Tax Reform

IRS Acknowledges Racial Bias In the U.S. Tax System

IRS Acknowledges Racial Bias In the U.S. Tax System

The Internal Revenue Service (IRS) has acknowledged racial bias within the existing U.S. system. 

Last week, the federal tax agency sent a letterEditSign to the Senate, noting that Black taxpayers are "three to five times more likely" to be audited than their white counterparts. The letter went on to say that IRS research, which was requested by the Senate, further suggests that the disparity is primarily driven by variances in correspondence audit rates among families who claim the Earned Income Tax Credit (EITC).  

Photographer: Zach Gibson/Getty Images

The EITC is typically claimed by lower-income families, suggesting there is a socioeconomic component to the disparity.

IRS commissioner Daniel Werfel said he and his team are "deeply concerned" by the findings, and intend to take action to correct any disparities that currently exist. Specifically, the agency received $80 billion in additional funding this year, which Werfel says will partially go toward reforms designed to make the U.S. tax system more equitable. 

Stanford University researchers, whose work was cited in Werfel's letter to Congress, have studied race and taxes previously. The team was heavily influenced by “seminal” research by Dorothy Brown, a Black tax law professor at Georgetown University.

Brown's 2021 book, “The Whiteness of Wealth,” aims to prove that current tax laws are not race-neutral. 

Credit: Getty Images

NBC News spoke to Brown, who told their reporters that she felt "gratified" that her personal research has made an impact. She continued:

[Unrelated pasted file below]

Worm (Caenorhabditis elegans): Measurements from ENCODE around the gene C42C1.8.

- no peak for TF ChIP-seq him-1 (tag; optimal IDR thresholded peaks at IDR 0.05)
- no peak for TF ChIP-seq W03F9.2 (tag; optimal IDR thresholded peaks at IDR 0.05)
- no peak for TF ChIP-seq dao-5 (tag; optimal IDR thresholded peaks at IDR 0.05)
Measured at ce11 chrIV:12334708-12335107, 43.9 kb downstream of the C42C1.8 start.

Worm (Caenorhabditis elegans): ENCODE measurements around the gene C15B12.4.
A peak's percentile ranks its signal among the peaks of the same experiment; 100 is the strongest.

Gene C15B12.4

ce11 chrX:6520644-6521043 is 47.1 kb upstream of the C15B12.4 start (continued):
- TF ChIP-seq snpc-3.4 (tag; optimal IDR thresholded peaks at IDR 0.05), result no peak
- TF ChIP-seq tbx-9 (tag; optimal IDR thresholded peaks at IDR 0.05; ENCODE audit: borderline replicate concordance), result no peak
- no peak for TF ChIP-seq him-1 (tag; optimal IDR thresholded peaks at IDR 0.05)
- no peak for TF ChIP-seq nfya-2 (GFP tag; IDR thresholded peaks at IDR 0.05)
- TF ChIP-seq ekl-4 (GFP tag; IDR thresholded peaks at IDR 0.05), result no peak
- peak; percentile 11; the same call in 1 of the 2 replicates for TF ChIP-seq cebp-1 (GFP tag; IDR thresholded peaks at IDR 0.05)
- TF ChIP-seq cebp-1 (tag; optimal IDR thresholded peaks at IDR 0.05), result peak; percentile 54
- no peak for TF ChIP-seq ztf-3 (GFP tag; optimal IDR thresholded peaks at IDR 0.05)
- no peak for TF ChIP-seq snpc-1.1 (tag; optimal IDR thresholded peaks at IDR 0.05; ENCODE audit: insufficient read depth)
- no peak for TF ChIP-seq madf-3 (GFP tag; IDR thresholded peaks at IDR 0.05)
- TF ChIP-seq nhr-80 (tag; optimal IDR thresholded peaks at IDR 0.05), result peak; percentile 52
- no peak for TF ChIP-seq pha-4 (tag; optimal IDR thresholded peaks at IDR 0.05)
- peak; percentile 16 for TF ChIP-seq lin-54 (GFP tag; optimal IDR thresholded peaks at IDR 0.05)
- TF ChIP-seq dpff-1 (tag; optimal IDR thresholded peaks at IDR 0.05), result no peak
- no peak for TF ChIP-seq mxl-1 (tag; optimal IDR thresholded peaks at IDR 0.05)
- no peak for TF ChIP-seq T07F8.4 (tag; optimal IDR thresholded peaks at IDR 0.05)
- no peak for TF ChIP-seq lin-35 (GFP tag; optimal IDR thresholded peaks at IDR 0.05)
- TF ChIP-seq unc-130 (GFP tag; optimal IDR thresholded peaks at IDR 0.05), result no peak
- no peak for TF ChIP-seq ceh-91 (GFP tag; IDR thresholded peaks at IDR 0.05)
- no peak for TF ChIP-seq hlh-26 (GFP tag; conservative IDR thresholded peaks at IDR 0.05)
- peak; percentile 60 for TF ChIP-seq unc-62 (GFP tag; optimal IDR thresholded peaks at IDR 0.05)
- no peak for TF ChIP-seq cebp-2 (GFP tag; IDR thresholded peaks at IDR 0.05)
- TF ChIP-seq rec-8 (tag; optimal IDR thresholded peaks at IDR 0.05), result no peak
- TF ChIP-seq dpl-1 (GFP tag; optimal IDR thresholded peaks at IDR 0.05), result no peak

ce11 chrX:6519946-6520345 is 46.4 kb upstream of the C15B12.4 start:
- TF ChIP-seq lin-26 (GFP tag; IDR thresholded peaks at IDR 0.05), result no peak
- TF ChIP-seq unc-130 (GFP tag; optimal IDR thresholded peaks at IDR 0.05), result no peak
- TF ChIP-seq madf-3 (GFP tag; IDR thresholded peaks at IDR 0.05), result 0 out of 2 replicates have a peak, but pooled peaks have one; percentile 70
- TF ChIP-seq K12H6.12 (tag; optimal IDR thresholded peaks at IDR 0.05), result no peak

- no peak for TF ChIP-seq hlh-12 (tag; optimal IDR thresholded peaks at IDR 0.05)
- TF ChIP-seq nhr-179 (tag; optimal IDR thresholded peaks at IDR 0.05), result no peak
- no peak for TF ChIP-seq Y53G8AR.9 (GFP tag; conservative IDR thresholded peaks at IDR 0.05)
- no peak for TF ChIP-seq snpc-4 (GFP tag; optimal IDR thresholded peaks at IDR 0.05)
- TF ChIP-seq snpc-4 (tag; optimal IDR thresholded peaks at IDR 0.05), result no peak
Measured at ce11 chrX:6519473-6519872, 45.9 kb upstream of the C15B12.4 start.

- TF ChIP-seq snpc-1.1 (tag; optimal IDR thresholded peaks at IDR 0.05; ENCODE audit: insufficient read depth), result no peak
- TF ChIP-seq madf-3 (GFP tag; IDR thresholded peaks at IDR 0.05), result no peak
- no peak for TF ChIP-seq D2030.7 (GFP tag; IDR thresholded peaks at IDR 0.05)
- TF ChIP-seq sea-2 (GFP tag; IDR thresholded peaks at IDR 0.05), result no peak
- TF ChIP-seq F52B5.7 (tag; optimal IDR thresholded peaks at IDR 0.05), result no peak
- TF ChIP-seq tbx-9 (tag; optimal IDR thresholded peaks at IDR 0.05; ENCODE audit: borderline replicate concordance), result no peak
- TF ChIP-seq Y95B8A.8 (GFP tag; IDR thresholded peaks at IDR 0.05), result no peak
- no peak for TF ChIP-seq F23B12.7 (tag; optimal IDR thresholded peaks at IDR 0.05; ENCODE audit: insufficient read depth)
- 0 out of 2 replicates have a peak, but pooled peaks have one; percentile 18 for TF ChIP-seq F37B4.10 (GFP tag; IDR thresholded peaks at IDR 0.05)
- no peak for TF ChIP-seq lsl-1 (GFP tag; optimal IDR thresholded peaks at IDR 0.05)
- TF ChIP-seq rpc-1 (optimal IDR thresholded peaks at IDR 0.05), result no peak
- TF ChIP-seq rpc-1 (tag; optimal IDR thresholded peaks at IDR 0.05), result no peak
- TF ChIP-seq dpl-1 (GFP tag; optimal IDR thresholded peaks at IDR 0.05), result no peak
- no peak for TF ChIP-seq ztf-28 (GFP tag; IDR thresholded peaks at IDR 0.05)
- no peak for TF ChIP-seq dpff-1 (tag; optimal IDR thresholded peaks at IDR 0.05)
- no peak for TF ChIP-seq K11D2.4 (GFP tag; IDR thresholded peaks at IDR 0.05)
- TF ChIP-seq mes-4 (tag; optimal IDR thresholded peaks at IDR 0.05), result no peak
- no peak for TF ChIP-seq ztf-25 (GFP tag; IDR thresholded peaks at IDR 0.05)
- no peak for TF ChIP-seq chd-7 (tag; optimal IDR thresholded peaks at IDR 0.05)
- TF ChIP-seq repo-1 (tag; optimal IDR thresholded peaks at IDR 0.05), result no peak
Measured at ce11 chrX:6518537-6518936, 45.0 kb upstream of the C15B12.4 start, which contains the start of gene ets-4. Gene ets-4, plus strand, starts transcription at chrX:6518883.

“ I thought it was a big deal that the IRS finally acknowledged that race has played a role in their enforcement activities. They came out and validated the results of the Stanford study that showed that if you were Black and filed for the Earned Income Tax Credit you were three to five times more likely to be audited. In years past, the former IRS commissioner testified before Congress that the IRS doesn’t discriminate or treat anyone differently based on race and it’s obvious that simply isn’t true. So that this new commissioner acknowledged that is a big deal.  ”


It is worth noting that the IRS doesn't officially collect racial data from American taxpayers. Brown supplied NBC with an explanation for this:

“ The fact of the absence of race data by the IRS doesn’t mean tax law operates in a colorblind manner. The IRS’ defense was: We couldn’t possibly be discriminating because we don’t have your race. But here’s why I never bought that: What the tax return has is ZIP code data and first and last name. If you give me a ZIP code, I can tell you racial information about who’s living there. Even though the IRS says we don’t collect race, the tax return has information that’s a pretty decent proxy for race. ”

Credit: Getty Images

At this time, Werfel and other IRS officials have not stated what precise measures they plan to take to create a more equitable taxation system. 

It is likely that these reforms will be announced after additional research has been conducted.

What do you think about the IRS acknowledging the existence of racial bias?

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Feature Image Photographer: Zach Gibson/Getty Images

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Rebekah Barton

Rebekah Barton

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